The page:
Lean thinking has emerged as a promising approach for reducing waste and improving efficiency. However, its applicability to and effectiveness within healthcare, particularly within hospital-based care, remains clouded by uncertainty. This paper attempts to answer the question “how lean thinking can best be applied to hospital-based care?”.
narrative review and conceptual synthesis
We first review the principles of lean thinking, and how some of them are challenging to apply within hospital-based care. We then highlight that lean is an approach that was always meant as a combination of technical expertise and a focus on people – supported by a suite of human resource management supportive practices. We proceed to introduce evidence stemming from the literatures on perceived organisational support and the psychological conditions for successful staff engagement with their work (namely: psychological meaningfulness, availability and safety as experienced by staff), and review how they may apply to hospital-based health workers. We finally advance a set of hypotheses regarding how different facets of value in a hospital care pathway may be correlated and these relationships mediated/moderated by perceived organisational support and the psychological conditions for engagement with work.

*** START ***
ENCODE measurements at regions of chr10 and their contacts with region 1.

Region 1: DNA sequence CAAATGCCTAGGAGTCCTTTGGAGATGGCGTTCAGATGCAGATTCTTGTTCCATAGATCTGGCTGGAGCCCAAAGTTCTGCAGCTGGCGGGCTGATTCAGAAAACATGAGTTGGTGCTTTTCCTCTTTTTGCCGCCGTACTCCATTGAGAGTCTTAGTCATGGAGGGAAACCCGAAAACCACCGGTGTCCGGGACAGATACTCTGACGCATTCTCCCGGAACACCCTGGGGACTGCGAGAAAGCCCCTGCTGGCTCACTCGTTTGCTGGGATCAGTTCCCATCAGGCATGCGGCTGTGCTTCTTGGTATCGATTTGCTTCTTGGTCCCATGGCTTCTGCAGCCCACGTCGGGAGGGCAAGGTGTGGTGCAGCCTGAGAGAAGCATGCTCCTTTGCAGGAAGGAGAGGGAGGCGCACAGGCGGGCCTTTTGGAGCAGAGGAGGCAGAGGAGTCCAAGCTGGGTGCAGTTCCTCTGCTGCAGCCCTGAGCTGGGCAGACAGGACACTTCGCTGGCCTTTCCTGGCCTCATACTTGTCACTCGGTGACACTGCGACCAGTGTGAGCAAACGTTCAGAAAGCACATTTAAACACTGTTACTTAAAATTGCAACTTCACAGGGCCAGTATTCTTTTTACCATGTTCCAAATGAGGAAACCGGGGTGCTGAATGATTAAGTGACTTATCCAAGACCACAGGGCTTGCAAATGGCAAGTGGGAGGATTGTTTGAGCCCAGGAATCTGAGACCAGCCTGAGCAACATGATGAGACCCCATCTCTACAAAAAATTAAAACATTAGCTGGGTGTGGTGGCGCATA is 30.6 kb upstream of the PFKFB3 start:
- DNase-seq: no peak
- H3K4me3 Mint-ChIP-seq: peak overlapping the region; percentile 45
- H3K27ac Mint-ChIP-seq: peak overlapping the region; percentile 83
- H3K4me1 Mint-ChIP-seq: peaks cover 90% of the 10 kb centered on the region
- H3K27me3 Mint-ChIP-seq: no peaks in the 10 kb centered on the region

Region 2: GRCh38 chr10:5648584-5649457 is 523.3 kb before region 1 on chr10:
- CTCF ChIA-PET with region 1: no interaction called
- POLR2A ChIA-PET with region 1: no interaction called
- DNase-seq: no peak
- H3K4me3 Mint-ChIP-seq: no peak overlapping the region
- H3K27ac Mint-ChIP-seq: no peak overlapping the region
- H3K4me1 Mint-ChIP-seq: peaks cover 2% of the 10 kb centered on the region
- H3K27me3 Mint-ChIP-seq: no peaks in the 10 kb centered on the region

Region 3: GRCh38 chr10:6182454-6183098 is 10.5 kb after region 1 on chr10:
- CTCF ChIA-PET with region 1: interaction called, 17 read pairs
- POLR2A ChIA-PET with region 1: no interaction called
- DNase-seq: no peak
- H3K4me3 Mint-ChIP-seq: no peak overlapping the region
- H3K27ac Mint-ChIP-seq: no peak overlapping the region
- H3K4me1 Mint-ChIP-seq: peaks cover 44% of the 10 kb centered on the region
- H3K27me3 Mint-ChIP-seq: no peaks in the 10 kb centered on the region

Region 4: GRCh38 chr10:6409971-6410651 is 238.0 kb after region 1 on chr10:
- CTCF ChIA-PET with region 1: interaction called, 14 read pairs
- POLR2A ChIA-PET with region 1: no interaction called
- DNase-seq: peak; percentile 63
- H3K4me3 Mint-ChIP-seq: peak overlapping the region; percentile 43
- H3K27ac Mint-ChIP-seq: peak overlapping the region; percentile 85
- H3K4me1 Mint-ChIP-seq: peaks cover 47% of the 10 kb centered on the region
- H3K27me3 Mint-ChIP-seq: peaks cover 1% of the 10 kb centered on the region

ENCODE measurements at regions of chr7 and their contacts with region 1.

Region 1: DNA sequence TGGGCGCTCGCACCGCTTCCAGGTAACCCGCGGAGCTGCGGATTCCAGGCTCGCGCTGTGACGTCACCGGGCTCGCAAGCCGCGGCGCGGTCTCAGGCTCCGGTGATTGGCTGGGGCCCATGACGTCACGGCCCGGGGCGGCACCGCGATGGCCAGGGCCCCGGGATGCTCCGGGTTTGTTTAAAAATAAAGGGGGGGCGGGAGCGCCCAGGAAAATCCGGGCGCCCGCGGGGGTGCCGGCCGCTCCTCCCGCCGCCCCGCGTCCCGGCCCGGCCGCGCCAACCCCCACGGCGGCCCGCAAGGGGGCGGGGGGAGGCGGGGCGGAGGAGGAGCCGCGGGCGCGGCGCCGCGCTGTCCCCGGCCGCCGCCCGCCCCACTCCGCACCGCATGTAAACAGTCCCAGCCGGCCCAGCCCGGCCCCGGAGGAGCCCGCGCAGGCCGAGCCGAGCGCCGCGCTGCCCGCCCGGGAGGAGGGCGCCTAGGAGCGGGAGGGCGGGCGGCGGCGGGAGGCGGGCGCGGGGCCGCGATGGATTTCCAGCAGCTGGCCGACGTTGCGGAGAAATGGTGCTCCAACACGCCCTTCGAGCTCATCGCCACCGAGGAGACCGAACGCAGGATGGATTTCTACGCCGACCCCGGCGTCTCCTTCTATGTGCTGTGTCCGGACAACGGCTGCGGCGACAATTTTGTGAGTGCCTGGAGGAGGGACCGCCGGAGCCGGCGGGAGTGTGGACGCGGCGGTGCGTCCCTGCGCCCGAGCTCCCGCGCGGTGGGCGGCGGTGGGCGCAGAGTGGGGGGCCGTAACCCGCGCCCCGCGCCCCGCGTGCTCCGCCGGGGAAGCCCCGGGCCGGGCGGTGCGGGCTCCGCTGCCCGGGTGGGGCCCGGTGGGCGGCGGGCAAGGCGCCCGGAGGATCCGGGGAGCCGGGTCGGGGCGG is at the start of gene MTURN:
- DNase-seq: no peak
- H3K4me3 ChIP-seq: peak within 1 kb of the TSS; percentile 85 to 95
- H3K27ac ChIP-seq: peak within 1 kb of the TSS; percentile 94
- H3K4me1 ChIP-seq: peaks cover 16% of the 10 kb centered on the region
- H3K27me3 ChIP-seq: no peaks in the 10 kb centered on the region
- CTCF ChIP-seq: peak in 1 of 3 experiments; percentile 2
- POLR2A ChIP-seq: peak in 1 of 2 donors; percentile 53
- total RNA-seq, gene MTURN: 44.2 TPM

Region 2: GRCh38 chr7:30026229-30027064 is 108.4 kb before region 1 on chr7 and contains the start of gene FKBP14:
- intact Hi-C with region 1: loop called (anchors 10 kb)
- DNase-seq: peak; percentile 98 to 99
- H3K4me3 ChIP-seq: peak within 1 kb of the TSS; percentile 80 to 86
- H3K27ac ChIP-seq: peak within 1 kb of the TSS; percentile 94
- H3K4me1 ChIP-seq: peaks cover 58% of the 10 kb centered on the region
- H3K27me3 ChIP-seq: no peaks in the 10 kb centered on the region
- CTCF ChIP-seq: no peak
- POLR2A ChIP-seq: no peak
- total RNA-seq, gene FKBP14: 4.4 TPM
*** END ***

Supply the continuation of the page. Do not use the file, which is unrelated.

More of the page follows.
We conclude with a discussion of the limitations of our work and the aspiration that the conceptual analysis we have offered is a useful and actionable framework for hospital management to explore how best to support their staff – in a manner that ultimately achieves better quality and patient experience of care.